The Takeover

Reading Muriel Spark’s seventies novels (The Takeover was published in 1976) it becomes increasingly apparent that she was, in her idiosyncratic manner, a crime novelist. Violence has always been just beneath the surface in her work (take, for example, The Ballad of Peckham Rye), but her Italian novels in particular seethe with criminality and corruption. Rather than a cast of characters who may be guilty – the task of the reader (and the detective) being to discover which one is indeed to blame – we can assume all her characters are guilty, the only question being, of what?

Three houses in Nemi dominate The Takeover, all built by Maggie Radcliffe: in one live her son, Michael, and daughter-in-law, Mary; another is rented to an Italian family; and the third is the home of Hubert Mallindaine, a one-time friend of Maggie’s whose rent-free residence has become an irritant to her since her second marriage. Hubert refuses to leave and Maggie seems unable to remove him. As Mary says:

“She wants Hubert to go. He says he won’t and he can’t pay rent. She’s going to put him out. The furniture belongs to Maggie as well. But my, she’s finding it difficult. The laws in this country… Hubert might get around them forever.”

(One can’t help feel that the lack of recourse to law – Maggie also fears a ‘scandal’ – is part of the attraction of the Italian setting as in Spark’s world a belief in earthly justice is seen as foolish). Hubert also feels he has a personal claim on the property:

“More Italian in origin than me you could not be…a direct descendent of a union between the Roman Emperor Caligula and the goddess Diana, here at Nemi.”

It is this belief that will lead Hubert to later create his own cult as a way of ensuring a continuing income now that Maggie is no longer supporting him. He is also planning for his future by having her Louis XIV chairs and valuable paintings forged so that he can sell the originals, a process that Maggie is paying for under the belief that the items are being maintained. Hubert is taking over her house, literally piece by piece, but also fears he is vulnerable:

“We mustn’t leave the house unguarded in case they suddenly swoop and stage a takeover.”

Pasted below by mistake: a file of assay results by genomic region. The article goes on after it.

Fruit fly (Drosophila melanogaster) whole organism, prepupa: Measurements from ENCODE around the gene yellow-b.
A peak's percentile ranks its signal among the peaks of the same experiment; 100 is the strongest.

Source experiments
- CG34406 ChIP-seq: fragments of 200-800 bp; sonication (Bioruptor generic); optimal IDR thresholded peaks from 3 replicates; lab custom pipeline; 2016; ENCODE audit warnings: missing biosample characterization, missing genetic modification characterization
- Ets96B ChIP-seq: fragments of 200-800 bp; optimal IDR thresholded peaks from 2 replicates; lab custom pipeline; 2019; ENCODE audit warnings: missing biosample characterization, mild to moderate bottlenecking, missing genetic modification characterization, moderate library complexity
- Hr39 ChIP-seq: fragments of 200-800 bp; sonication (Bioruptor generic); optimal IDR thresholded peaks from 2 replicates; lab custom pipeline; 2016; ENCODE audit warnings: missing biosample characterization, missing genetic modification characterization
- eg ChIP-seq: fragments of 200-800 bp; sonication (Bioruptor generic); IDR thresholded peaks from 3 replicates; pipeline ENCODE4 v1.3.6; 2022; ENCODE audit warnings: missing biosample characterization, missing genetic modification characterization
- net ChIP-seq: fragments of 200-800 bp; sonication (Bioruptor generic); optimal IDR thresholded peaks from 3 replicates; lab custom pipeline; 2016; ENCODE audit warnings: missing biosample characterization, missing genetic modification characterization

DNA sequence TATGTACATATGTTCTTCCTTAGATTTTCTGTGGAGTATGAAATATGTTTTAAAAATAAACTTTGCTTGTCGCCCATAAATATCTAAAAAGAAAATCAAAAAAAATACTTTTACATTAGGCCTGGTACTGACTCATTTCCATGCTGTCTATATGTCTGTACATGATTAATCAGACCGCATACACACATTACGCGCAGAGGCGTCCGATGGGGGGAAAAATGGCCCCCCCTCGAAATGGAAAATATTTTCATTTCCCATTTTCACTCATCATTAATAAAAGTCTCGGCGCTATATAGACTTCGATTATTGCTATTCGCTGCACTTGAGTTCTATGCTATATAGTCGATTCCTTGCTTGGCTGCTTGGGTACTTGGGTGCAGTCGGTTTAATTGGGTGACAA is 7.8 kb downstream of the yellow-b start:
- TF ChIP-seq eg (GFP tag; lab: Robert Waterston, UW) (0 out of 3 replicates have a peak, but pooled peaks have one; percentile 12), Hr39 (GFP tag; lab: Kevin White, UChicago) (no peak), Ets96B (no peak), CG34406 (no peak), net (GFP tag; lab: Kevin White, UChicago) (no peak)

For Letizia, the Italian neighbour, “with her youth dedicated to an ideal plan of territorial nationalism”, the takeover is rich foreigners like Maggie buying Italian land. If all this seems almost playful, Spark ensures we understand what is at stake by referencing The Golden Bough, quoting Frazer’s description of the priest at Nemi being replaced when a challenger kills him – “if he slew him he reigned in his stead.” Frazer, like Spark, was acutely aware of the violence which lies beneath our stories.

Attempts to oust Hubert, and Hubert’s plans to outwit them, represent only a fraction of the plotting and deception which occurs in the novel. Maggie’s Italian lawyer, for example, sides with Hubert, going so far as to arrange a false medical certificate for him. She is also duped into losing her fortune to a fraudster, but retaliates by arranging to have him kidnapped so she can be repaid via a ransom. Her jewellery, despite elaborate attempts to hide it in a kitchen step, is stolen, not once, but twice, and Berto, her husband, unwittingly invites a pair of art thieves to lunch only for Mary to spot her Gauguin (which Hubert has replaced with a fake) in their catalogue. Infidelity is also rife, with Lauro, previously Hubert’s secretary and lover, now servant in Mary’s house, sleeping with both her and Maggie.

It is Lauro who ultimately comes out on top by marrying into the family who, in fact, own the lands on which the houses are built – Maggie has been fooled yet again. This should not be read as a victory for the workers – Lauro is just as scheming and mercenary as any other character. There is an argument to be made that Maggie ends the novel happier. Her final transformation may be superficial – she dresses herself “so like a tramp that the chauffeur failed to recognise her at first”:

“My clothes are a symbol of my new poverty, of course. And then, dressed like this, one hopes to avoid being kidnapped.”

But, without the need to remove Hubert from her house, they are able to talk to each other again. When Hubert is told, regarding the house, “It does not exist. How can it exist? It is not on the records.” Spark is reminding us that material possessions are transitory and only the spiritual is real:

“Truth… is not literally true. The literal truth is a common little concept, born of the materialistic mind.”

We cannot look to Spark to provide justice, or even guilt, but there is always a suggestion that redemption is possible.

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2 Responses to “The Takeover”

  1. JacquiWine Says:

    The more I hear about Spark’s ’70s novels, the more I feel I need to read one or two of them. So far, I seemed to have jumped from the 1960s (Memento Mori, Brodie and Slender Means) to the ’80s (Loitering and Kensington). Definitely something to remedy in the future.

    Your opening paragraph on Spark’s use of criminality in her novels reminded me of Memento Mori. In the hands of another writer, the premise of those strangely threatening phone calls could have been a platform for a crime novel, but Spark does something much more interesting than that by touching on issues of human behaviour and mortality.

    • 1streading Says:

      Some of her seventies novels are my favourites! I’m looking forward to re-reading the eighties though, to see if there is any difference. I’m planning to continue next year (I never get anything done in a year!) I’m also thinking I might re-read some Doris Lessing as it’s her centenary.

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